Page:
2019 Miss Correctional Beauty Pageant Hails from Bo

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By Leslie F. Cole-Showers

The winner of the first Sierra Leone Correctional Service Beauty Pageant, 15th November 2019- Sia Kemba (from the Bo Correctional Centre) said her highest aspiration in life “is to make other people’s lives better” than hers.

Sia explained that she had always had the feeling that she would come out top of all the other nine contestants, because right from the training, she excelled.

Asked whether she had had any previous experience in pageantry, her reply was “no”, adding she had always admired those who she had been seeing on TV in such roles.

The Corrections Beauty Queen was born in the year 1999, in Kangamagowahun, Kono District (East). She used to live with both her parents, until she lost her mother in 2011. That situation forced her to move down to Bo District (South) to settle with one of her paternal aunts, who saw to it that she got admitted into one of the Junior Secondary Schools in Bo, where she obtained Junior School level 3 education.

Miss Kemba, like every other normal child did routine house chores for her aunt and helped her (aunt) in petty trading as well, to bring some income into the home.

Everything seemed to be moving in the right direction, until she came in contact with one young man in Bo, a commercial bike rider. He wooed her, ended up succeeding, and impregnated her in 2016.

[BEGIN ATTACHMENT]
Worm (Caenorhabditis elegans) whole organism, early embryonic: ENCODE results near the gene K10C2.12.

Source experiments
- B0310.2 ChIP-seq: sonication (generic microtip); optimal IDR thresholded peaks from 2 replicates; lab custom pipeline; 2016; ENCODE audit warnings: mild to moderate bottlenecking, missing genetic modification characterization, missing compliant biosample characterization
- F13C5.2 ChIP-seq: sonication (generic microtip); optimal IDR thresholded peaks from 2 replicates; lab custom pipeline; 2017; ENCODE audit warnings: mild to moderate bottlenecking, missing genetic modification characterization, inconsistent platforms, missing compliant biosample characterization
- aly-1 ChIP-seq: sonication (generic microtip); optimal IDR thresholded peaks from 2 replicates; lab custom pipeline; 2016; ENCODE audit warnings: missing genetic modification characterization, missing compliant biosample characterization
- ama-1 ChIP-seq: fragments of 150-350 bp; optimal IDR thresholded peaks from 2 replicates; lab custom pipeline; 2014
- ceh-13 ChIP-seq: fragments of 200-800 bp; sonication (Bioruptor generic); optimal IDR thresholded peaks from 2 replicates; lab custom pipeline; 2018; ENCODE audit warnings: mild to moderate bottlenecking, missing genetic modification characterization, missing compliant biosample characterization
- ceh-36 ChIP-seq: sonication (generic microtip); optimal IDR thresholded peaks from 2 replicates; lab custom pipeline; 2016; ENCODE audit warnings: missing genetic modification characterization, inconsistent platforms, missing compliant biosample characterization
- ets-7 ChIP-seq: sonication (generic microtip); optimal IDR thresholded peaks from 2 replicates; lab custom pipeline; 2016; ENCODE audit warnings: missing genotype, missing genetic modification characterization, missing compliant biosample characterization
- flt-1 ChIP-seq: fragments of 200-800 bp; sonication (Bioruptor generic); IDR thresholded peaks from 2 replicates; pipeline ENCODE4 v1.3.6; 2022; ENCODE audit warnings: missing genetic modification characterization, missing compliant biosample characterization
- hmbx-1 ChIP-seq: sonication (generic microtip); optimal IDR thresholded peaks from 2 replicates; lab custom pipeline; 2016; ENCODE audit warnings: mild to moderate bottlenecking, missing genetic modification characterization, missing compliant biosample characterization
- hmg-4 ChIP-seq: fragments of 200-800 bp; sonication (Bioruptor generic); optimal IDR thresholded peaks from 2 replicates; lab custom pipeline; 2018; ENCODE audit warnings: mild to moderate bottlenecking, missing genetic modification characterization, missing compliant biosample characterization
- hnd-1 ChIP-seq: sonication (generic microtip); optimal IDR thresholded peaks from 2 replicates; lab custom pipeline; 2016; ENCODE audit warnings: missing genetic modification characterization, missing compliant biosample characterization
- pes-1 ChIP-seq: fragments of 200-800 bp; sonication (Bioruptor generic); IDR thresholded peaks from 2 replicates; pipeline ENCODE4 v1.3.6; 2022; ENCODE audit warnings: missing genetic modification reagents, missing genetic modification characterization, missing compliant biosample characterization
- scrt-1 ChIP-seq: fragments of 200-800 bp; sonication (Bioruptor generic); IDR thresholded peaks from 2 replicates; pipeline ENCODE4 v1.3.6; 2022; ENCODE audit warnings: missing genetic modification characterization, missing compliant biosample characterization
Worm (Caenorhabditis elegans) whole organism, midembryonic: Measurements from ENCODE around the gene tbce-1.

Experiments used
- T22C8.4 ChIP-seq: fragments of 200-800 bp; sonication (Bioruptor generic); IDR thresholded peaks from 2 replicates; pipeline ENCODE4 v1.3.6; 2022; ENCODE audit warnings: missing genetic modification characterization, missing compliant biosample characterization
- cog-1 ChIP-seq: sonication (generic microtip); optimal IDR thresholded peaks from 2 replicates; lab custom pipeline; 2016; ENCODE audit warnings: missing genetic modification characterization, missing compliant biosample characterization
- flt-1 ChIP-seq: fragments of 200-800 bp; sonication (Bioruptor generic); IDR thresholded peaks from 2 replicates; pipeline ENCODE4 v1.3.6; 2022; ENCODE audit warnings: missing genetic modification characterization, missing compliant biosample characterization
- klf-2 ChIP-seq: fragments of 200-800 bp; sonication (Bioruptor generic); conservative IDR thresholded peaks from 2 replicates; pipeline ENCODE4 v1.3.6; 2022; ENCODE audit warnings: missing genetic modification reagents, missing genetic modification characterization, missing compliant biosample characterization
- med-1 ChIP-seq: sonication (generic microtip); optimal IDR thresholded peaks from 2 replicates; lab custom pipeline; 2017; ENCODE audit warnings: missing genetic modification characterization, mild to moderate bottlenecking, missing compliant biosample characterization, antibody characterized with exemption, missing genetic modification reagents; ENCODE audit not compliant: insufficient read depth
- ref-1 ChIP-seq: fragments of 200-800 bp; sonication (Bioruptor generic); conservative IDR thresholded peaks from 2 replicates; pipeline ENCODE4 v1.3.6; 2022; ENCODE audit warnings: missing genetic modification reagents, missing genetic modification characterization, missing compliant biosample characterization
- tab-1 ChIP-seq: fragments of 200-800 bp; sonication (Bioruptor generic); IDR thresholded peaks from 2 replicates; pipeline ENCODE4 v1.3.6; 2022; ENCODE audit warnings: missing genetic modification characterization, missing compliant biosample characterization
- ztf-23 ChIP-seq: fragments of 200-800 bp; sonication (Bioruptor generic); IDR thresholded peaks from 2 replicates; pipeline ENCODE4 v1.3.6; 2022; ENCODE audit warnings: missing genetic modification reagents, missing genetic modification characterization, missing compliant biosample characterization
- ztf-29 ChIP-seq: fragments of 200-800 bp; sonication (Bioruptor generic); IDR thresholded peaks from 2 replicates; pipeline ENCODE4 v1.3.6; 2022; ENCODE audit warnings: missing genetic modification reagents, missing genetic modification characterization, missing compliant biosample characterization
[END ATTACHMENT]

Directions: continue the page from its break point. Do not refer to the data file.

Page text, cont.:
By then, she was seventeen (17) going on eighteen (18) years, and had just sat to the Basic Education Certificate Examinations (BECE).

The circumstance forced her aunt and some other family members to summon to their home, the man who had impregnated her, so he could own up to the pregnancy. When that was out of the way, Sia was asked to go and cohabit with the man. She stayed with him until she put to bed, onwards.

When the child was ten (10) months old, she and the father of the child, had a fight: “One evening, I was home, sitting outside with some friends and neighbours.

We were having fun discussing different things. Around 9pm, my child’s dad came home with another woman, and passed with her in front of me. I wondered what was happening, because he and I hadn’t any misunderstanding that day. I approached him in a wrong manner, so he got angry and started beating me like some Judas dummy.”

Asked if she had been seeing him with other ladies before the incident, she said “yes”, adding she had been ignoring him, so that peace could reign between them.

The twenty (20) years old Corrections Beauty Queen recalled that the day he brought another woman into their home was the highest height of his womanizing. Her anger reached fever pitch, especially when he hit her indiscriminately, until she almost became unconscious.

“People tried to put an end to the fighting, but I had already picked up a knife- like metal which I slotted into his left side rib. His body started oozing blood. He was rushed to the hospital, but he couldn’t survive beyond the following morning. It then dawned on me that I had taken the issue to far. I was immediately repentant, and wished that I could turn back the hands of time.”

She was arrested by the police; sent to court, where she pleaded guilty to the crime of manslaughter, and was sentenced to five years in jail, in late 2017. She was incarcerated at the Bo Female Correctional Centre, without her child though. According to her, the child was snatched from her care by the child’s paternal relatives.